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Goldman for the Common Man

Goldman for the Common Man


You’d better get ready, Goldman Sachs may be coming to your town.   The American multinational powerhouse founded in 1869 and known for financial services such as investment banking appears to be setting its sights on lending to consumers and small businesses.  Because the firm’s customers have traditionally been big companies and ultra-rich individuals, such a move into small loans would seem puzzling at first.  However, the numbers tell the story:  while Goldman’s return on equity may have dropped almost into the single digits, the return on equity for consumer loans can easily be twice that much or more.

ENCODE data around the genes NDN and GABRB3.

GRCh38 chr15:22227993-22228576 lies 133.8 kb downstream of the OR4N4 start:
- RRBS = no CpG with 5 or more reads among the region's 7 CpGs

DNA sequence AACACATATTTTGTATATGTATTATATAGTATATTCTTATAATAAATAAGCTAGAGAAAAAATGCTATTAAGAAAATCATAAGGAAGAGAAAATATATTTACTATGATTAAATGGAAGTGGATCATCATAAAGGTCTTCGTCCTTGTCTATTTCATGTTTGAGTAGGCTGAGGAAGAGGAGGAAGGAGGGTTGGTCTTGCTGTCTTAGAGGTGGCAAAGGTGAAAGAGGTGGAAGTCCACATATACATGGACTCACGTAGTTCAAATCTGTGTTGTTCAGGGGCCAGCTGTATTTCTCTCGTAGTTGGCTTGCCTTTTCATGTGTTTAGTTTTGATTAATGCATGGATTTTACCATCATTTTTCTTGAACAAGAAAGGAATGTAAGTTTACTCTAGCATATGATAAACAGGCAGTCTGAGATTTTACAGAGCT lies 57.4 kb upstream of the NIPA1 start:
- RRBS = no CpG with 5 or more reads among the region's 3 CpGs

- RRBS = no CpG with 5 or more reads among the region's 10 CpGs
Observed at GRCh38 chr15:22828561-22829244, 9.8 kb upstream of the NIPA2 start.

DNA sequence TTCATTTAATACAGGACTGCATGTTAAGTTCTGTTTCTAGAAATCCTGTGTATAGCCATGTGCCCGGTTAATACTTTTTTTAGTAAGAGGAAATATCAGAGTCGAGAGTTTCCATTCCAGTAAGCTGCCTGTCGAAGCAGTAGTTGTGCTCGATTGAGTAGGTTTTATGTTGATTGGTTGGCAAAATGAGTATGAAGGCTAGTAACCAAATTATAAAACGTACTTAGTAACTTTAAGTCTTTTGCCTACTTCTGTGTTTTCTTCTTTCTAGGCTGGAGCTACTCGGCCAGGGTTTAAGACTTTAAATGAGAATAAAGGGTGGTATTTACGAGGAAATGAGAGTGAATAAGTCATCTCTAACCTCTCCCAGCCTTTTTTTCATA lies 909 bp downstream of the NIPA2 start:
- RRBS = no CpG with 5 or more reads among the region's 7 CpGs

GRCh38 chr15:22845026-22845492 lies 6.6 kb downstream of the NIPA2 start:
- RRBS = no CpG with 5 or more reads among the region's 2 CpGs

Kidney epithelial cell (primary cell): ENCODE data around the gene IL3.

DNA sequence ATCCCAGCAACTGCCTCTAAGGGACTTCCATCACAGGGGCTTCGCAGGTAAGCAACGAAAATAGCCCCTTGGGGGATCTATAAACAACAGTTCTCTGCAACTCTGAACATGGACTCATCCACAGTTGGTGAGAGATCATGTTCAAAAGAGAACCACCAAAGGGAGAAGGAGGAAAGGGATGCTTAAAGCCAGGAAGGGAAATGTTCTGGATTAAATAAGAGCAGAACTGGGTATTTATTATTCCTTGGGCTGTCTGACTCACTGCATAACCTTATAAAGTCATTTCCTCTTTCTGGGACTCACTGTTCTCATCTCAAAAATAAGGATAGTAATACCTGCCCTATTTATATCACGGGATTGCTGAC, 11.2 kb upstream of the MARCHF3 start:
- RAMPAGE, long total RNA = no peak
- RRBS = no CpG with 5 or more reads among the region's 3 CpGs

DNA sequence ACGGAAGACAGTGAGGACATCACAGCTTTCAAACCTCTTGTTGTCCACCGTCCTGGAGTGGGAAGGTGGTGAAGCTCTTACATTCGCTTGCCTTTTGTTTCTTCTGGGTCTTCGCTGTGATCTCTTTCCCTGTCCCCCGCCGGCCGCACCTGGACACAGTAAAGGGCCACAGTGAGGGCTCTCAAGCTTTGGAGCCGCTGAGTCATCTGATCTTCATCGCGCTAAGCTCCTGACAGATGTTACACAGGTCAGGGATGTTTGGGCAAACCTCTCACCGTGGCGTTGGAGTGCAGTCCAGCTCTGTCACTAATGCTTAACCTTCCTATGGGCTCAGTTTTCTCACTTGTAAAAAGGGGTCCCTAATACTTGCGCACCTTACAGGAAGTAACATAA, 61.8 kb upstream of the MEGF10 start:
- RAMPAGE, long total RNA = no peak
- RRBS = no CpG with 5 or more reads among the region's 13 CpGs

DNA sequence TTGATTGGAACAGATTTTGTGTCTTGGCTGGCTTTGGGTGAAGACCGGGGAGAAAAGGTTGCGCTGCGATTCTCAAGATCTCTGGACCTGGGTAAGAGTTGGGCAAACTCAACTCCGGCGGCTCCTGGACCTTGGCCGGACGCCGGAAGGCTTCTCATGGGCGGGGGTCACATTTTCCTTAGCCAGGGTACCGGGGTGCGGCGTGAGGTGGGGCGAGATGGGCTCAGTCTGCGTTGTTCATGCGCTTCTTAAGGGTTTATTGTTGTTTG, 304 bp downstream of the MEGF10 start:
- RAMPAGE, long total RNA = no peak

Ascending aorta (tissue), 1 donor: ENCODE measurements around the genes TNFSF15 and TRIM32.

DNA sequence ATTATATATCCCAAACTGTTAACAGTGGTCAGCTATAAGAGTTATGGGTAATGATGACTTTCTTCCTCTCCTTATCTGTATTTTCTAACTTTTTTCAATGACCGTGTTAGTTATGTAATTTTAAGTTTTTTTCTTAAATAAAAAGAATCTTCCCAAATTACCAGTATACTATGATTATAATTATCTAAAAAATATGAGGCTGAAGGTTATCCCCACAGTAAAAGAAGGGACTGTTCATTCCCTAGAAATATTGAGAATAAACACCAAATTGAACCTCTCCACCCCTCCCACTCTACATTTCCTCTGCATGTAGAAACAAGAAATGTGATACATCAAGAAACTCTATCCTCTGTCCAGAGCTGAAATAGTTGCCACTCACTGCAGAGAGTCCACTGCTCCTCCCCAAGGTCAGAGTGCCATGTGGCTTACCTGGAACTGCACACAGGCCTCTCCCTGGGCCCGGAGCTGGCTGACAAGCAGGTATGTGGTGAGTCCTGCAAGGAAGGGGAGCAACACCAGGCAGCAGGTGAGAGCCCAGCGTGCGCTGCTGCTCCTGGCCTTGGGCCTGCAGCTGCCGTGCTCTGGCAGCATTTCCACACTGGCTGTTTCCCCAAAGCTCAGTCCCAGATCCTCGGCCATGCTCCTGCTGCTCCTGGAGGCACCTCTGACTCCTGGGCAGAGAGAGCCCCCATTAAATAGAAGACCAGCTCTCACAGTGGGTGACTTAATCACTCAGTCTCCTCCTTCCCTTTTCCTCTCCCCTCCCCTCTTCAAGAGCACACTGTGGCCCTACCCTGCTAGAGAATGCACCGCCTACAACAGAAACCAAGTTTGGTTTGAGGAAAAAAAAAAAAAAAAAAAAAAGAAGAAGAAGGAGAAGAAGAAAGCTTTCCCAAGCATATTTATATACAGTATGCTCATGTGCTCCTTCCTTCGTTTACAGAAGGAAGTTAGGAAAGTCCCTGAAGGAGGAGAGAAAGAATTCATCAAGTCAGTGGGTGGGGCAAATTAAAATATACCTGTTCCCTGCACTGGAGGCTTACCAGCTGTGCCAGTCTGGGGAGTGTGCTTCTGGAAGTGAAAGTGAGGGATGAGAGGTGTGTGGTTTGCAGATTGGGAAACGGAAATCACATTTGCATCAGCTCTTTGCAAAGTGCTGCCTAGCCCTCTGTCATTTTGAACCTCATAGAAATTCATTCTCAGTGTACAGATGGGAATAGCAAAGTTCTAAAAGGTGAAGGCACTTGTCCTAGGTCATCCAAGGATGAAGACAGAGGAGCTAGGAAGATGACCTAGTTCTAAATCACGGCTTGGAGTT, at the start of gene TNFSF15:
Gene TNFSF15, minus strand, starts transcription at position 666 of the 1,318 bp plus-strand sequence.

Although Goldman will be making small unsecured online loans, it will nevertheless focus on borrowers with good credit.  The firm is unlikely to venture in vehicle loans because of recent negative publicity affecting such lenders from investigations by regulators such as the CFPB (see this recent GoodCredit.com story for details).  Deposits held by Goldman’s banking division have more than doubled in the last six years, providing greatly increased opportunity for funding personal and small business loans.  By concentrating on online lending, the firm can achieve significantly higher investment returns than if it had to build or acquire physical bank branches such as those of large banks like Bank of America or Wells Fargo.

Goldman has appointed a former credit card company executive to be in charge of its consumer and small business lending but has not disclosed a time frame for implementing this new line of business.  Goldman will also have to overcome with potential borrowers some of the bad press the firm generated from its role in the financial crisis of a few years ago.

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